Chuck Philips [click to read], the Pulitzer Prize-winning investigative reporter whose
story in the Los Angeles Times connecting Jimmy “Henchmen” Rosemond and
Puff Daddy to Tupac‘s shooting at New York’s Quad Studios was retracted
earlier this year, is leaving the paper.
Philips is among the 150 editorial
staff who are departing either through buyout or lay off, Kevin
Roderick wrote on his LAObserved.com blog on Tuesday, adding that
Philips requested and was given a buyout. An e-mail to Philips seeking
comment wasn’t immediately returned.
Philips was the author of a
controversial, two-part article published in September 2002 that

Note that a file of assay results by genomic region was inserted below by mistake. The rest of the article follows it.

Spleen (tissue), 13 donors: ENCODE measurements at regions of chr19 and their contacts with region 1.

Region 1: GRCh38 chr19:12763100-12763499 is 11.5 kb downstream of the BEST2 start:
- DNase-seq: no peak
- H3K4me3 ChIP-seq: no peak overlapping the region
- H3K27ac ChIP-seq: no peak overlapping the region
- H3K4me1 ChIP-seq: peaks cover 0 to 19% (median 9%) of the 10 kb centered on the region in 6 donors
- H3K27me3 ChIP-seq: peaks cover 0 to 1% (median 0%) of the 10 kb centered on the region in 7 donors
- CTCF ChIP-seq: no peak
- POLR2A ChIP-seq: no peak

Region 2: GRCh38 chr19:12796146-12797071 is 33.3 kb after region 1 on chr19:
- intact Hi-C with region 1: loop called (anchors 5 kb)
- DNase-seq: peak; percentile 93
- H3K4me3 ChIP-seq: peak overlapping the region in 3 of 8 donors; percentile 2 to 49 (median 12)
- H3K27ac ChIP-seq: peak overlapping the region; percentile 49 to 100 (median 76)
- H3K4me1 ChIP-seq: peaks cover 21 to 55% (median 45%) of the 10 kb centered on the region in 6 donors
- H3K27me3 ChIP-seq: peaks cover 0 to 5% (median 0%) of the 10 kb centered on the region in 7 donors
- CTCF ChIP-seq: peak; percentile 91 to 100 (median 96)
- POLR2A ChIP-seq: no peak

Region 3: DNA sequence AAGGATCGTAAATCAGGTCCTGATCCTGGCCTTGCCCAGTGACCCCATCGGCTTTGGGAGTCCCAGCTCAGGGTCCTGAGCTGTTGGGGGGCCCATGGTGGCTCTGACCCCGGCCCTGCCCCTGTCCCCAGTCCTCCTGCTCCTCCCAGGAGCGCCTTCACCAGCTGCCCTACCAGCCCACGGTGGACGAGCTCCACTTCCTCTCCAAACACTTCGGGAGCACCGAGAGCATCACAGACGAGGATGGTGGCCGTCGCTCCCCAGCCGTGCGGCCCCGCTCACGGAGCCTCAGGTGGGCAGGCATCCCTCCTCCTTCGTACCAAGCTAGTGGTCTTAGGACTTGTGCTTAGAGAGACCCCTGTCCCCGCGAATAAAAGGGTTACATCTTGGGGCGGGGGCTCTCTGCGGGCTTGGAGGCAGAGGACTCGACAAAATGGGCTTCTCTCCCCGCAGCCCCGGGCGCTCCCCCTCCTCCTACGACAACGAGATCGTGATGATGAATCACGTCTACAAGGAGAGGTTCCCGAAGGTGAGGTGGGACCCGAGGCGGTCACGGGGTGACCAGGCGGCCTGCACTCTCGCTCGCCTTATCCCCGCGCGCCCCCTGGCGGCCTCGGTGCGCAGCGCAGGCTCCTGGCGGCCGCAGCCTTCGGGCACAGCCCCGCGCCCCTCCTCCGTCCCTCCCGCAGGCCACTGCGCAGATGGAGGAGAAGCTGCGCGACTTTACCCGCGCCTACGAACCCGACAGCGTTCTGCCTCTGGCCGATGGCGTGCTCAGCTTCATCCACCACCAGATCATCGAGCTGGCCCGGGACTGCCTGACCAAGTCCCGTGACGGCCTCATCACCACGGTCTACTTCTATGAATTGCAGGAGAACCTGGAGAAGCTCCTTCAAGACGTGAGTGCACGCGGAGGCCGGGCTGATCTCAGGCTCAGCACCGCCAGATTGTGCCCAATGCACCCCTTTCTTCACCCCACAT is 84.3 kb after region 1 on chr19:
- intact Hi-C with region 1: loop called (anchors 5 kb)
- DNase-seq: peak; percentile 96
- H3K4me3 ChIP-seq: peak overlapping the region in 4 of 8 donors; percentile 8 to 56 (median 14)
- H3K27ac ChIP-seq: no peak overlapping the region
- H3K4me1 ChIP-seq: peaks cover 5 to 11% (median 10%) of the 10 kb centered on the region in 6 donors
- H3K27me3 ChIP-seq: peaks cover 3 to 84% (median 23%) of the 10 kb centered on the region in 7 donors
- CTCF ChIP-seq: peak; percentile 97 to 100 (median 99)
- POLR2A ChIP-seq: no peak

concluded Tupac was murdered by a member of Compton-based Southside
Crips in retaliation for his stomping out of Crip Orlando Anderson in
the lobby of MGM Grand in Las Vegas. The article quoted anonymous
sources that claimed Notorious B.I.G. was in Vegas and colluded with
the Crips to murder ‘Pac.
Philips won the Pulitzer Prize,
journalism’s top award, in 1999 for his reporting on the entertainment
industry. His departure leaves a void in the Times‘ coverage of Hip Hop, with only a handful of staff and freelance writers
knowledgeable in the culture.
“Since the days of Cheo Coker, it’s never
been a place friendly to Hip Hop,” a Times writer who asked to remain
anonymous said. (Coker was a Times staff writer who went on to write
Biggie‘s biography). “He left the paper over 10 years ago, and there’s
a lot of guys here now who are reaching in the dark